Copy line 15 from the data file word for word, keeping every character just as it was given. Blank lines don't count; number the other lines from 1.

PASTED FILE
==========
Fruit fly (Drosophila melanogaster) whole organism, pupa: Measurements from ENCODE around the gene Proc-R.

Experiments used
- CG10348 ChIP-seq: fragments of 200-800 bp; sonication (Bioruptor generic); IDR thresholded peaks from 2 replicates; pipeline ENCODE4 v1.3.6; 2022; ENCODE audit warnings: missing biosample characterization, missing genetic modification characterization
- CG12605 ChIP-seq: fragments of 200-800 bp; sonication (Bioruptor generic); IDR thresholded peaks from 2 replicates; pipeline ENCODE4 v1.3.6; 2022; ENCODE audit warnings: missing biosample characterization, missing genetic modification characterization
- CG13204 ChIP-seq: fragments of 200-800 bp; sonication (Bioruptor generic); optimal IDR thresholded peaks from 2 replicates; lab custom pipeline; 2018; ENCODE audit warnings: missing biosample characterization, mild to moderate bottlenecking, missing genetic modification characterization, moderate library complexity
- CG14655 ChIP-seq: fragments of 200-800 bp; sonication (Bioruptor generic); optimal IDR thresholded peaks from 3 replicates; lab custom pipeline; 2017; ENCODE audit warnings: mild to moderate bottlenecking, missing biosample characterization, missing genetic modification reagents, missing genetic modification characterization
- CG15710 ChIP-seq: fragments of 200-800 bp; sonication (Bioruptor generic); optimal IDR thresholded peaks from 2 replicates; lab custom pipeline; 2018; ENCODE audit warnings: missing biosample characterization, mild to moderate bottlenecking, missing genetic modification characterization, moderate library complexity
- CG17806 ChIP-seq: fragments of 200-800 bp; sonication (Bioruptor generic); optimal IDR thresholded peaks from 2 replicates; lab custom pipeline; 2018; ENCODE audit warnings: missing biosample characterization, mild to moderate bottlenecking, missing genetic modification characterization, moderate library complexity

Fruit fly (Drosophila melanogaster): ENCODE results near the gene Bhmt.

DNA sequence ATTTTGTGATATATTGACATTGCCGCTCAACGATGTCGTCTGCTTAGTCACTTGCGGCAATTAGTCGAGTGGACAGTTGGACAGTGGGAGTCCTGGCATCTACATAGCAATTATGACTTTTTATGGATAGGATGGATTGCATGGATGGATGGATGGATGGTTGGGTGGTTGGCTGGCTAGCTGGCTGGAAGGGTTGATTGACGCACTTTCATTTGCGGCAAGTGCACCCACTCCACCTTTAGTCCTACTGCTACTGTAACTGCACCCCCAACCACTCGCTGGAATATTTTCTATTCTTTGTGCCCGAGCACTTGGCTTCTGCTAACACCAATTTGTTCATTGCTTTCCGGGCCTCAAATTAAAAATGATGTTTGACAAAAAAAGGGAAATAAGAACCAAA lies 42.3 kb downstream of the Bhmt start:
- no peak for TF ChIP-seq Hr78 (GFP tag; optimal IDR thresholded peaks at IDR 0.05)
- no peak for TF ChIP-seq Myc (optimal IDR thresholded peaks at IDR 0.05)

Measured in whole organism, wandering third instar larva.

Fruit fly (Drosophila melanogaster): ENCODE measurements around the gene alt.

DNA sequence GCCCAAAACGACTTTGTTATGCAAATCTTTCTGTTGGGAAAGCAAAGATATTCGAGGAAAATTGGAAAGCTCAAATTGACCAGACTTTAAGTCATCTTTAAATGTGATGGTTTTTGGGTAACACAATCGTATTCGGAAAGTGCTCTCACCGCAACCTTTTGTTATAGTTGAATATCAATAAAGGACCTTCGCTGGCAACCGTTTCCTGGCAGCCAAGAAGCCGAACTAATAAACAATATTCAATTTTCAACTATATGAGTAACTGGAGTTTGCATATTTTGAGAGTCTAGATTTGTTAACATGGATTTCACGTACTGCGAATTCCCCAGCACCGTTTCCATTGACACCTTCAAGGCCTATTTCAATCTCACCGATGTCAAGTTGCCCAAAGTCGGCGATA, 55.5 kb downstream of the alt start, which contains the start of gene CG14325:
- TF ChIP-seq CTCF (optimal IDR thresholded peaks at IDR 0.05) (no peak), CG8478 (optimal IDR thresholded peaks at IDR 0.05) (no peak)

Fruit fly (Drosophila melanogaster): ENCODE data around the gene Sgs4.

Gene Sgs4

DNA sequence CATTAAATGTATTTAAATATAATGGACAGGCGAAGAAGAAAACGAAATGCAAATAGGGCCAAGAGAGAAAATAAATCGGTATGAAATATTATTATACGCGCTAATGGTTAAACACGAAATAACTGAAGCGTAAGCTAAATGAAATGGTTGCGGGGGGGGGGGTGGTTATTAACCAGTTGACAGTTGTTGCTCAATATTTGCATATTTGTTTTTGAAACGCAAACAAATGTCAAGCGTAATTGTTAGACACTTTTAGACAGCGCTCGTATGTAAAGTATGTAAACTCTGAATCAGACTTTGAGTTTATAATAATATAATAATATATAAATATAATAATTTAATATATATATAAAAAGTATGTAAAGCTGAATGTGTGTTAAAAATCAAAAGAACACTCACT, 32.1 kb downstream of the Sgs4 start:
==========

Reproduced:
DNA sequence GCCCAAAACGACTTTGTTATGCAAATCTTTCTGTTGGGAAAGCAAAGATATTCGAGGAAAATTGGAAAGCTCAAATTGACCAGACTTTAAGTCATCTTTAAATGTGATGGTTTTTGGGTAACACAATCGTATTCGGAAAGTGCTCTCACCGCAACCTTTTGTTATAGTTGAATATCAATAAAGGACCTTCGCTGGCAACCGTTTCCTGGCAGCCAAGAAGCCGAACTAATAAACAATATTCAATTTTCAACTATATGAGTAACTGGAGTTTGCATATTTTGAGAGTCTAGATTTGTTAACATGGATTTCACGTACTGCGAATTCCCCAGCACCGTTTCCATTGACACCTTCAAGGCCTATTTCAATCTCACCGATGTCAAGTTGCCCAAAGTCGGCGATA, 55.5 kb downstream of the alt start, which contains the start of gene CG14325: